Amir Khan claims he was misled before proclaiming a November fight against Manny Pacquiao was agreed.

Pacquiao's camp last week dismissed suggestions the Filipino great had agreed to fight Khan in Saudi Arabia.

The fight Khan has long looked for seemed to be on when he said 40-year-old Pacquiao had agreed to a November 8 date, but the British fighter now says he was fed incorrect information.

"Before the last press conference I was told the contracts between myself and Manny Pacquiao had been signed," Khan told Sky Sports. "This is from a company I've worked with called Super Boxing League, who I'm a chairman of as well.

"My advisers told me the fight is signed, so I went on and announced the fight was signed and hopefully we're looking at it maybe later in the year. Obviously then Manny comes back and says the fight's not happening.

"It's just one of those things. I'd love to have that fight. If it's not there for me, then it's not there for me. I have a date, November 8, in Saudi Arabia - Riyadh - and I’ll be focusing on that."

Khan, who defeated Billy Dib in Jeddah earlier this month, now needs to focus on ensuring his advisers get ink on the contract for his next opponent.

"I'd love it to be Manny Pacquiao," added Khan, whose record stands at 34-5. "If it's not Manny Pacquiao, we move on to someone else."

Manny Pacquiao's camp have dismissed suggestions from Amir Khan that the Filipino great has agreed to a fight in Saudi Arabia in November.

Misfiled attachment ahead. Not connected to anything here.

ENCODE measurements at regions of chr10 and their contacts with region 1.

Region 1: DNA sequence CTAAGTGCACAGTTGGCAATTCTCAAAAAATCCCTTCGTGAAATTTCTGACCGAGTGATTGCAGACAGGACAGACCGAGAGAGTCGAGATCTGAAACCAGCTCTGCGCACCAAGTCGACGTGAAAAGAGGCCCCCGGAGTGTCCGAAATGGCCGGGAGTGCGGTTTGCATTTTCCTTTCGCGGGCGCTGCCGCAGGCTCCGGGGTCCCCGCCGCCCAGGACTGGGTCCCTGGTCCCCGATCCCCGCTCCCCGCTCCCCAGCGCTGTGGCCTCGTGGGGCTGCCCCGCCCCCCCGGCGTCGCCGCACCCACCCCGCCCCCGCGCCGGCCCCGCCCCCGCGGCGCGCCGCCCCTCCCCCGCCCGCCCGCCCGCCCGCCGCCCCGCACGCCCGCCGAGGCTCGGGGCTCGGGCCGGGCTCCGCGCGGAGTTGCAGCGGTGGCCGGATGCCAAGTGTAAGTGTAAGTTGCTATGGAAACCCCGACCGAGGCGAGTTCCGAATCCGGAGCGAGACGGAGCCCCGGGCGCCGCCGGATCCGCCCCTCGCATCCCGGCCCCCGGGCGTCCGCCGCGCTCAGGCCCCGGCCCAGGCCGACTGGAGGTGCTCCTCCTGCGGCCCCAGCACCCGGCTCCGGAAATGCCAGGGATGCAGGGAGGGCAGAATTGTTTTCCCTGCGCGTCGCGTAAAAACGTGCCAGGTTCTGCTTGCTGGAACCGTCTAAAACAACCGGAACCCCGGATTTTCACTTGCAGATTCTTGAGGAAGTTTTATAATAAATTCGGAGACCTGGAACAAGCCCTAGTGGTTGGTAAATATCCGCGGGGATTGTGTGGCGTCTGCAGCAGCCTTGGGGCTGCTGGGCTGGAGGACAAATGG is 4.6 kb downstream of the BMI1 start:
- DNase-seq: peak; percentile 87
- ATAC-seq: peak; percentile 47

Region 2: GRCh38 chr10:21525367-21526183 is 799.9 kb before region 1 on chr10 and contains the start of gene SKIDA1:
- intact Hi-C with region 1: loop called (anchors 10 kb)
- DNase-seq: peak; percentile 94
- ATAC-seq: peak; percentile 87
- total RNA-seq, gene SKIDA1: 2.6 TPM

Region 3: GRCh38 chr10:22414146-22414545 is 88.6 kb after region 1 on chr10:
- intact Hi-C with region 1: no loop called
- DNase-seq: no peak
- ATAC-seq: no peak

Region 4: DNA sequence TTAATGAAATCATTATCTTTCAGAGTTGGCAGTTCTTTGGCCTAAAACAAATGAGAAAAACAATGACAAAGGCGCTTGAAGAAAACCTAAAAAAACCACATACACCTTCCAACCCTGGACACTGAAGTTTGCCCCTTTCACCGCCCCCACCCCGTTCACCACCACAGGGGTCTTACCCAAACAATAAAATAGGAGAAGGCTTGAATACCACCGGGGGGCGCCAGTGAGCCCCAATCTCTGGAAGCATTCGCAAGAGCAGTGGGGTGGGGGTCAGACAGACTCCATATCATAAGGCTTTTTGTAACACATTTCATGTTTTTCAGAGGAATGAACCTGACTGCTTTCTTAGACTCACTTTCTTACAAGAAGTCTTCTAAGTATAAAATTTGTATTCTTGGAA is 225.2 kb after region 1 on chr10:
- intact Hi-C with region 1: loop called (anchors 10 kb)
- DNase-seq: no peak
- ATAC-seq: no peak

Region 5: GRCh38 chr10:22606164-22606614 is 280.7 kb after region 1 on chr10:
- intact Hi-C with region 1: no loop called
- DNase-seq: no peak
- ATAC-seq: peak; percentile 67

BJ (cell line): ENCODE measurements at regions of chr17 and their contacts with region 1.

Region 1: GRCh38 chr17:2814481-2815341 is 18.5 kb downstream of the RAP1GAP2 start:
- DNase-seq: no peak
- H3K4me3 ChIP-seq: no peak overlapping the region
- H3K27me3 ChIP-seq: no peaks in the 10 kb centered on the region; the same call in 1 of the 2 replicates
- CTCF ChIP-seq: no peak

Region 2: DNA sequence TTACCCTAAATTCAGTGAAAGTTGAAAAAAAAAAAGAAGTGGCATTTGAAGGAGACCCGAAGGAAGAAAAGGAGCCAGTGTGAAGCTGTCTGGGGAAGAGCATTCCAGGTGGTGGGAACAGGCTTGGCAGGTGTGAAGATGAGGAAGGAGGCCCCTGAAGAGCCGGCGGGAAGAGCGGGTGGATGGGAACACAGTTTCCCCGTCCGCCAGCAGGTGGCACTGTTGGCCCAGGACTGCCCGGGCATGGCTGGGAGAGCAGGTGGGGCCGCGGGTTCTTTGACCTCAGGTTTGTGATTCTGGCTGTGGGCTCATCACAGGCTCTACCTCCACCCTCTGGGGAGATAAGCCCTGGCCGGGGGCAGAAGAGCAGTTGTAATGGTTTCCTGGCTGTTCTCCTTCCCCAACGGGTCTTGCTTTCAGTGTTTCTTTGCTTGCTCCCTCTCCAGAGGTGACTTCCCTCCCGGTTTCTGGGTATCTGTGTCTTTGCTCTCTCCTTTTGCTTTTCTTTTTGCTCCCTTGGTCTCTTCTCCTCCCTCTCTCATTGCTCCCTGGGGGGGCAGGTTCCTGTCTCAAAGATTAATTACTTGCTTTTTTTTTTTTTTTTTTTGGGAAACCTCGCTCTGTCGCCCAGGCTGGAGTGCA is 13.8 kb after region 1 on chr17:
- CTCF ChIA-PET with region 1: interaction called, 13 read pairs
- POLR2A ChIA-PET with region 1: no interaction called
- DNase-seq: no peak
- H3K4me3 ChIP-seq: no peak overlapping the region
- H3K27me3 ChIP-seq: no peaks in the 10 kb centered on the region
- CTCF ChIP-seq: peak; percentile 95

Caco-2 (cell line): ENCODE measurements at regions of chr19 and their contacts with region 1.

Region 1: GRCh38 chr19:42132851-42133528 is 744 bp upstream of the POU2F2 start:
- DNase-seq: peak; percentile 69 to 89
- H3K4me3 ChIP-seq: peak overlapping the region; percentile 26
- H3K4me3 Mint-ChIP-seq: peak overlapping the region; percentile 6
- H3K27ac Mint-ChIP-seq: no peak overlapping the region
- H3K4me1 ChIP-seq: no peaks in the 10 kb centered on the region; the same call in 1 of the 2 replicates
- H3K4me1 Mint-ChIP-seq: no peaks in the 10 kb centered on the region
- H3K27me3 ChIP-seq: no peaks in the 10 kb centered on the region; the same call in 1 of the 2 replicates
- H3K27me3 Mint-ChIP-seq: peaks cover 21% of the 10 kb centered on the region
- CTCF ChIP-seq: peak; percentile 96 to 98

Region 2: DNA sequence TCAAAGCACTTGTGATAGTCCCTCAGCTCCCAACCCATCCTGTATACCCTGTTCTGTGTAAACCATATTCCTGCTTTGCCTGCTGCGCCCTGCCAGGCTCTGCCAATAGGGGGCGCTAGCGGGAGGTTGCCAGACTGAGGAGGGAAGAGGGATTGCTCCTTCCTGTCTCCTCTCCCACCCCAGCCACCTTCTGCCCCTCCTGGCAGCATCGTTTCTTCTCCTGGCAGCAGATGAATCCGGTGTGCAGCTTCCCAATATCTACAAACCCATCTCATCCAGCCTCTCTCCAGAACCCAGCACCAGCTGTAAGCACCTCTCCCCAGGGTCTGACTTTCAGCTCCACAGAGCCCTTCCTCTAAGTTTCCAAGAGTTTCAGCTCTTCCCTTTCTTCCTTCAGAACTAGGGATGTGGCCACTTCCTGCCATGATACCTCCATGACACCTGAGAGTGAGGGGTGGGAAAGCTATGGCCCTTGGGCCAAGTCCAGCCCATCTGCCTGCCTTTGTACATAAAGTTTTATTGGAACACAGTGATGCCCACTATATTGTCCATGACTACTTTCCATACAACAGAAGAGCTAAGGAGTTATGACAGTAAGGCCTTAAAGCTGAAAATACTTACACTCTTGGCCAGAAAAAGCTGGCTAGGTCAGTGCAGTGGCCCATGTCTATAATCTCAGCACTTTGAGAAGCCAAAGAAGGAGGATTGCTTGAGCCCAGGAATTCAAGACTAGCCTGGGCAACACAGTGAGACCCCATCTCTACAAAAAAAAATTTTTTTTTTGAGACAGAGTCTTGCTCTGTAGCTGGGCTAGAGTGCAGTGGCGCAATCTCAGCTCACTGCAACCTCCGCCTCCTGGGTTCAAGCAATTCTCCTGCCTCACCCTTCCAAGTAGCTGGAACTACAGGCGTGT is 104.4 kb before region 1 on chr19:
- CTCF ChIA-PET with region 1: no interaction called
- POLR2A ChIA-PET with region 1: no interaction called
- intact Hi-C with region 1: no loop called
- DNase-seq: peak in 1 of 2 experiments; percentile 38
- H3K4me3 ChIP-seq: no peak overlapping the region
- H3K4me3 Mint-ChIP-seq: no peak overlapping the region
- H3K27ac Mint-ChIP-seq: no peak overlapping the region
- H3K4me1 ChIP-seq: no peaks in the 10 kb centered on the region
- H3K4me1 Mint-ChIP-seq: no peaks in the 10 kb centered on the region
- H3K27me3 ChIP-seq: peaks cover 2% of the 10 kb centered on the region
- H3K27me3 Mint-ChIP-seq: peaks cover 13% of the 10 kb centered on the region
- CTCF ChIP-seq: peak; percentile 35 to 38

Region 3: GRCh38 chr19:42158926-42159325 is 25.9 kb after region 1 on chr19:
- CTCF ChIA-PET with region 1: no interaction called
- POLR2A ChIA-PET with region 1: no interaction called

Khan announced on Tuesday that "both parties have signed the fight off" for Riyadh on November 8, suggesting only an injury to Pacquiao in his clash with Keith Thurman could scupper the planned bout.

But with Pacquiao firmly focused on taking on Thurman for the WBA welterweight title in Las Vegas on Saturday, his team have spoken on his behalf to reject Khan’s claim.

Sean Gibbons, president of MP Promotions, told BoxingScene.com: "The Amir Khan fight is news to us."

Fred Sternburg, Pacquiao's publicist, also stated no deal has been completed, telling The National: "Manny has not signed a contract for that fight."

Multi-weight world champion Pacquiao, now 40, boasts a 61-7-2 record and has long been a target for Khan, who defeated Billy Dib in Jeddah last week.